Categories: UC - Collaboration

8 Ideas For a Successful Global Support Strategy

Great customer experience (CX) comes from delivering seamless, consistent interactions at every step. It’s how businesses can stand out from the competition to build brand loyalty and win new customers. In fact, two thirds of companies compete mostly on the basis of CX.

This is equally important at the support stage, which involves numerous touchpoints across multiple platforms and channels. Your customers expect—and may have paid for—immediate access to information to help them solve problems with your product or service.

When this assistance is unavailable, customer satisfaction quickly deteriorates, potentially having a big impact on your business. Research shows that one in three customers would leave a brand after a single bad experience, and 92% would do so after two or more instances.

So when you also add multiple markets into the mix, things can get complicated. That’s why an effective global support strategy is crucial for meeting customers’ needs, wherever they are in the world, whenever they need support, and whatever language they need it in.

A solid plan will help your business grow by giving it access to more markets, improving customer retention, boosting revenue, and ensuring a cohesive, consistent CX. To get you started, we’ve pulled together eight ideas for effectively scaling customer support across different countries and regions.

 

1. Localise and adapt support content

Use their native language to improve satisfaction and build loyalty

Surveys show that 76% of consumers prefer buying products with information in their first language, and 40% would never purchase via a website that does not cater for this. Likewise, 75% are more likely to buy again from the same brand if support is offered in their preferred language.

What’s clear is that however information is provided—whether via an online knowledge centre, a help section on the corporate website, or an automated tool like a chatbot—your support content must be localised or adapted to a high standard for your various global markets.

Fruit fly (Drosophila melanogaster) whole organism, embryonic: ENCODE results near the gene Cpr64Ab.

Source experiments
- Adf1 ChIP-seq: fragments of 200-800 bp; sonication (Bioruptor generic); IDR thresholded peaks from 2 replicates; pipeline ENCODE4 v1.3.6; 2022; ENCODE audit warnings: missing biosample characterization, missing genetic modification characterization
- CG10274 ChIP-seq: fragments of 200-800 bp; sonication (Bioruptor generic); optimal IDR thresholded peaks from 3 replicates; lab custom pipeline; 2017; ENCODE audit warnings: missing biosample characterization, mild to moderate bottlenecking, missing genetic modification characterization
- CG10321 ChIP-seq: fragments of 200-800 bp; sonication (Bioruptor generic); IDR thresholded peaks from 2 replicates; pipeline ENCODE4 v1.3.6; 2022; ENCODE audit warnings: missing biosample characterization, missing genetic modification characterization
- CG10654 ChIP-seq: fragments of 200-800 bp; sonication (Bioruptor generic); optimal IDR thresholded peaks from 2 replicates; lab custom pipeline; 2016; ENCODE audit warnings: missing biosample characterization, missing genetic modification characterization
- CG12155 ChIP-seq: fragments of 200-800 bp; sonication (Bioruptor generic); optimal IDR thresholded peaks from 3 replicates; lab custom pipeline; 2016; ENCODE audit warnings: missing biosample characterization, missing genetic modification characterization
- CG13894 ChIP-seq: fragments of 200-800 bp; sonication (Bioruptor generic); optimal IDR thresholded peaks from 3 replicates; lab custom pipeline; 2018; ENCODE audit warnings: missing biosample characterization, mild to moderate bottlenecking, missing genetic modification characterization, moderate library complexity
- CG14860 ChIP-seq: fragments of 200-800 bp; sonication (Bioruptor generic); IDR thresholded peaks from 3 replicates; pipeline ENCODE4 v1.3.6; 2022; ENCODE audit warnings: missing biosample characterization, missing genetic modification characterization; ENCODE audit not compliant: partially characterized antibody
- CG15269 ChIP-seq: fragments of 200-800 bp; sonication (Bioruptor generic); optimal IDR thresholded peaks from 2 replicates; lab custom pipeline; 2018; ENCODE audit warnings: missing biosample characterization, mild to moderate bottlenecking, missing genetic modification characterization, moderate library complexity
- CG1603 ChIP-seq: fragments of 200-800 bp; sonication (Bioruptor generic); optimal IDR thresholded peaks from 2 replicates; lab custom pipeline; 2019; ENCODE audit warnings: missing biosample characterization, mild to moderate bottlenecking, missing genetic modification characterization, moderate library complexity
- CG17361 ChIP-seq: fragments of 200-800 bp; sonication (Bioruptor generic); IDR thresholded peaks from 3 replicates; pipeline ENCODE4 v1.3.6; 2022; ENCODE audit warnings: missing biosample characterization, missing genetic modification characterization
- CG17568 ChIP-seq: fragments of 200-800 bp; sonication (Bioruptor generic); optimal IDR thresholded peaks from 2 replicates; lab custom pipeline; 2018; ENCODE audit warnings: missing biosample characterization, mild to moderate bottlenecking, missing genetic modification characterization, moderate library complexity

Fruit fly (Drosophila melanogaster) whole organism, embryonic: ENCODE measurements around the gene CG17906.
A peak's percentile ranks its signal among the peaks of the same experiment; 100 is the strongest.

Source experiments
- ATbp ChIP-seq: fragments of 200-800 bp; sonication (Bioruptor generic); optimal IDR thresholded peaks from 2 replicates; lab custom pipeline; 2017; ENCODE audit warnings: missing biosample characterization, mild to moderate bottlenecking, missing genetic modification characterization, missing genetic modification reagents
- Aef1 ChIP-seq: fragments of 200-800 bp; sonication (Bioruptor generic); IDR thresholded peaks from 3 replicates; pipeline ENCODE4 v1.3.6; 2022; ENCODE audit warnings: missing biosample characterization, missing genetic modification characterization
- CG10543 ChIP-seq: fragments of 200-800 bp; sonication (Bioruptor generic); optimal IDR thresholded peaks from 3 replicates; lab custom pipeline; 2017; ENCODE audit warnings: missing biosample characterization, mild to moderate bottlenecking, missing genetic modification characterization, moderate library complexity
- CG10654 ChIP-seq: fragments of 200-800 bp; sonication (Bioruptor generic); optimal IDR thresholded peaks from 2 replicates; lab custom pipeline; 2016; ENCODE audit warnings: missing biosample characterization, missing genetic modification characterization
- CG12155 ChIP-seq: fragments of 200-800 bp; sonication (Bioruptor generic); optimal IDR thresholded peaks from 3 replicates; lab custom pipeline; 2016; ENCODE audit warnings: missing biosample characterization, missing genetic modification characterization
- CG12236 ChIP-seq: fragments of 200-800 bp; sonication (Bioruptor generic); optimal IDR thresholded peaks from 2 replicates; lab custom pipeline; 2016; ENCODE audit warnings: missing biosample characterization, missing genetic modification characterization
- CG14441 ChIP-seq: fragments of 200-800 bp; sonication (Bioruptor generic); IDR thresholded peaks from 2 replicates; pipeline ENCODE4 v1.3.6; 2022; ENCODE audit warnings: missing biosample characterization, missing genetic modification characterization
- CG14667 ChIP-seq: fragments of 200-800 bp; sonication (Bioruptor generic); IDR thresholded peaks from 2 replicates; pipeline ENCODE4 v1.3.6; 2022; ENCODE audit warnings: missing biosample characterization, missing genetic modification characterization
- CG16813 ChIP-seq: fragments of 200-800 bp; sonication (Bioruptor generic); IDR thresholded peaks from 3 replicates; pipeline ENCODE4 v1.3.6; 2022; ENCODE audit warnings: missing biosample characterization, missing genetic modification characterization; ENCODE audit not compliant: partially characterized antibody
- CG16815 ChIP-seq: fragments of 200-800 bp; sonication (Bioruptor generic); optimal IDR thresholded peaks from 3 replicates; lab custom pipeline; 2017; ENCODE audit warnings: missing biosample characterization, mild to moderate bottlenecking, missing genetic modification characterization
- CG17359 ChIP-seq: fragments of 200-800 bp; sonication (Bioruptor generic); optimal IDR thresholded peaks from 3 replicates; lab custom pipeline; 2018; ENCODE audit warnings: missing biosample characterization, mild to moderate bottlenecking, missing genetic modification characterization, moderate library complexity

It’s important to understand the specific cultural and linguistic differences between the regions in which your business operates, as well as each target audience’s needs and expectations. Content that reflects this understanding has the best chance of building brand loyalty and engaging new customers.

Prioritise languages and content types

While an obvious need is to localise help documents from one language into another, there may also be a requirement to carry out intralingual localisation within a single language. For example, English content written for US customers might need adapting for the UK, or Spanish content for Spain could be localised for Mexico.

If you can’t translate everything at the start, simply decide which languages you need to support most. For example, those for markets with the greatest potential return on investment (ROI). Likewise, consider localising high-priority content initially and address low-priority information at the next stage.

Leverage translation tools for on-the-spot interaction

Localisation is worth the investment, but it takes time to do it well. When this is in short supply and you need the content immediately, another option is to use machine translation for communicating urgent information. Agents should be shown how to get the most out of these tools to reduce the risk of inaccurate translations.

Real-time translation tools are handy when team members need to interact with customers in a language that isn’t currently supported, or when an agent who speaks that language isn’t available. These tools are a great solution for quickly translating messages written in almost any language, and then for replying in the same language.

 

2. Offer omnichannel customer support

Many businesses offer a multichannel experience by making support available across various online and offline channels so that customers can use their preferred method of communication. In fact, the number of companies investing in the multichannel approach has grown from 20% to a whopping 80%.

It’s important to provide a range of options, including taking advantage of automated and self-service tools that sync with various content sources and which are cost-efficient. This is because customers in different regions have different preferences for contacting companies when they need help.

For example, research shows that end-users in Germany overwhelmingly prefer to call (the top choice in most regions), whereas UK customers also highly rate email and live chat. Brazilians value social media and people in Japan often use online self-service channels as their first choice.

Some firms are now taking this a step further with omnichannel support to provide a seamless experience. This is when all channels are fully integrated within a unified system to give customers consistent support, even when they switch between channels.

3. Harness online self-service tools

Customers want to help themselves

In most cases, customers are willing to try to find the answers they’re looking for themselves.